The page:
So thank you, and will you be my Valentine?  :)

Saturday, February 12, 2011

Saturday Morning Movie

Now that I've figured out how to post videos again, I've decided to bring back this little Saturday feature!


Friday, February 11, 2011

Book Review--Incarceron, by Catherine Fisher

Synopsis: (ripped from Ms. Fisher's own website

Imagine a living prison so vast that it contains corridors and forests, cities and seas. Imagine a prisoner with no memory, who is sure he came from Outside, even though the prison has been sealed for centuries and only one man, half real, half legend, has ever escaped. 

Imagine a girl in a manor house in a society where time has been forbidden, where everyone is held in a seventeenth century world run by computers, doomed to an arranged marriage that appals her, tangled in an assassination plot she both dreads and desires. 

One inside, one outside

But both imprisoned.

Imagine a war that has hollowed the moon, seven skullrings that contain souls, a flying ship and a wall at the world's end.

Imagine the unimaginable.

Imagine Incarceron.

My own summary of the book:

Finn is trapped inside a prison while Claudia's living in the 17th Century splendor of Protocol on the Outside as the daughter of the Warden.  Finn's life is rife with problems between escaping the psychotic whims of a self-aware prison and the power-hungry (and often drugged-up) rulings of a Winglord.  Claudia has only one problem:  She has to marry the prince.

Except the prince she's supposed to marry might be stuck in the prison.

What I liked:

The plot is actually pretty unique, and there are a lot of twists and turns that caught me by surprise.

I especially enjoyed Finn.  I thought he was a great character full and depth and genuine emotions.  

The settings were spectacular both Inside and Outside Incarceron.  I often felt like I was literally inside Ms. Fisher's world.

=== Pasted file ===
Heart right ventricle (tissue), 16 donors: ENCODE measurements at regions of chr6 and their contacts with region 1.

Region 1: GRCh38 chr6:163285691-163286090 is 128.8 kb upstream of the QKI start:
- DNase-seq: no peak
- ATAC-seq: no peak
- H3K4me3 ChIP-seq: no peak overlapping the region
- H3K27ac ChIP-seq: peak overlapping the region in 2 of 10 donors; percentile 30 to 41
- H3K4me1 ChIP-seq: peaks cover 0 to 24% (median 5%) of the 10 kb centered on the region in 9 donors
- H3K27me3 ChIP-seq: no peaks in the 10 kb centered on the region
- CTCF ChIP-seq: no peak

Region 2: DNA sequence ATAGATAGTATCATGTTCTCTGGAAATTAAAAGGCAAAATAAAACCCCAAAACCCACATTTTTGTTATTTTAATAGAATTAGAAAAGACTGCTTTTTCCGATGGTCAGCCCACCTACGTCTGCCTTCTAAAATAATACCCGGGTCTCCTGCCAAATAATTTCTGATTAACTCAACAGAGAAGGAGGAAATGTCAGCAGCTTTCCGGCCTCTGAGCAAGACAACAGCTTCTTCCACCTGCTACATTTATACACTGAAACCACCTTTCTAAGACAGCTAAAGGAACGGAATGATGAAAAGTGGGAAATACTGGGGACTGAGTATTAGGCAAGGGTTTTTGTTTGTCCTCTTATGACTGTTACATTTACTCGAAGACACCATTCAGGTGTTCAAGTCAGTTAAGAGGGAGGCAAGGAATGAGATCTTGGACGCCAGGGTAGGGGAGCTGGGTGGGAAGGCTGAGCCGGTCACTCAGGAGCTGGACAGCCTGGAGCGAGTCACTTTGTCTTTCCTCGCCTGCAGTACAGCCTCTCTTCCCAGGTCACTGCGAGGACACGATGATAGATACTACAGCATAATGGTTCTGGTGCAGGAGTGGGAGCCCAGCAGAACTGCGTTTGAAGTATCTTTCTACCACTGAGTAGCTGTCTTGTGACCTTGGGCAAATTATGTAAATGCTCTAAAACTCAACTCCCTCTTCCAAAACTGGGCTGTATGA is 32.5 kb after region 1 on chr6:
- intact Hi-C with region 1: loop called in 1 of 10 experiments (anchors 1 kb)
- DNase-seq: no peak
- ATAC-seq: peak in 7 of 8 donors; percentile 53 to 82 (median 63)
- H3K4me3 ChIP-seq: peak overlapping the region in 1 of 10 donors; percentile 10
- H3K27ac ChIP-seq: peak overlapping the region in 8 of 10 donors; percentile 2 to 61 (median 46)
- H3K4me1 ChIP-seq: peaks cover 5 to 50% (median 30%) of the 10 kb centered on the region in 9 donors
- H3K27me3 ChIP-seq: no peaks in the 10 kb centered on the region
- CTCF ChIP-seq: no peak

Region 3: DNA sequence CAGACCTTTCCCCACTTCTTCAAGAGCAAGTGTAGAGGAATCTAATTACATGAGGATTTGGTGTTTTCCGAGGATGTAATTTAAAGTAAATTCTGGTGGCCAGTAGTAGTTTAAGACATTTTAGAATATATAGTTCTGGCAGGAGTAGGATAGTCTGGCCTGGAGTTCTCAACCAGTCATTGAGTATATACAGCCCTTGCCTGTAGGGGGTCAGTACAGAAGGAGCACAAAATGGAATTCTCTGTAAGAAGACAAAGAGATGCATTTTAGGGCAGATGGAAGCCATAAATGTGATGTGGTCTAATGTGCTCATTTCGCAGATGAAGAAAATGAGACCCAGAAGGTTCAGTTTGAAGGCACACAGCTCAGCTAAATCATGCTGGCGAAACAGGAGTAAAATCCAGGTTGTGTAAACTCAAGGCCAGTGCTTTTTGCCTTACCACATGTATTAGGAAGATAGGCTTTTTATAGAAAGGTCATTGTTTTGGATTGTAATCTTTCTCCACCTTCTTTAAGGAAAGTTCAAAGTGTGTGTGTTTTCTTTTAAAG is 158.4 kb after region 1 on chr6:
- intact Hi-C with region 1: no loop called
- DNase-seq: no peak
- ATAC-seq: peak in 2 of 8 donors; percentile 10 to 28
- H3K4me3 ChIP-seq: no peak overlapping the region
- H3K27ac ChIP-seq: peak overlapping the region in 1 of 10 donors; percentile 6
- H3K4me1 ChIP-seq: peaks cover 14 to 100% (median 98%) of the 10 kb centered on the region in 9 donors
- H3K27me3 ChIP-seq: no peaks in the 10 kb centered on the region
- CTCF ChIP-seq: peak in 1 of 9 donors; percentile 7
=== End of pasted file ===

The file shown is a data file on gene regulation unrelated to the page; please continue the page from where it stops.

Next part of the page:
What I didn't like:

Oh dear, there were a few things, unfortunately.

For one, I couldn't stomach Claudia.  My dislike for a character doesn't usually sway my opinion of a book (after all, unlikeable people are very realistic), but she started out as a stuck-up snob from her first page and stayed a stuck-up snob even up to the last page of SAPPHIQUE.  And considering I really did like Finn, I ultimately ended up hating Claudia's treatment of him. 

I also found myself wondering what POV Ms. Fisher was trying to write in.  She seemed to start out in strict Third Limited with POV shifts separated by chapters.  However, as the books (INCARCERON and SAPPHIQUE) went on, the POV shifts started happening within scenes and then from one paragraph to another.  I found I had to backtrack a few times to even understand whose voice I was in.  And considering she started adding more and more POV characters as time went on, it became increasingly difficult to stay rooted in the story.

The twists and turns may have been fascinating, but by the time I finished SAPPHIQUE, I still had questions (questions that will forever go unanswered).  Perhaps this isn't such a big deal, but I do like to have everything wrapped up nicely by the time a story is finished. 

My Rating:

1 star: Don't even bother
2 stars: It may be your cup of tea, but it ain't mine
3 stars: Pick it up at the library some time
4 stars:  Go ahead and buy it.  You might like it!
5 stars:  What are you doing still reading this post?!  Go out and buy it NOW!

I give the INCARCERON series...

2-3 stars!

Ultimately, I may not have liked it as much as I would have hoped, but there IS a lot of positive buzz for Ms. Fisher's books.  

So, it may be your cup of tea, but it ain't mine. :)

For your purchasing convenience, click this link to order INCARCERON!  

Wednesday, February 9, 2011

More Things I Learned at the SCBWI Conference

In the last post, I talked about things I'd learned by listening to what agents or other industry professionals had to say.  This post, I'll share with you what I learned just by experiencing the whole event.

      1. Come prepared.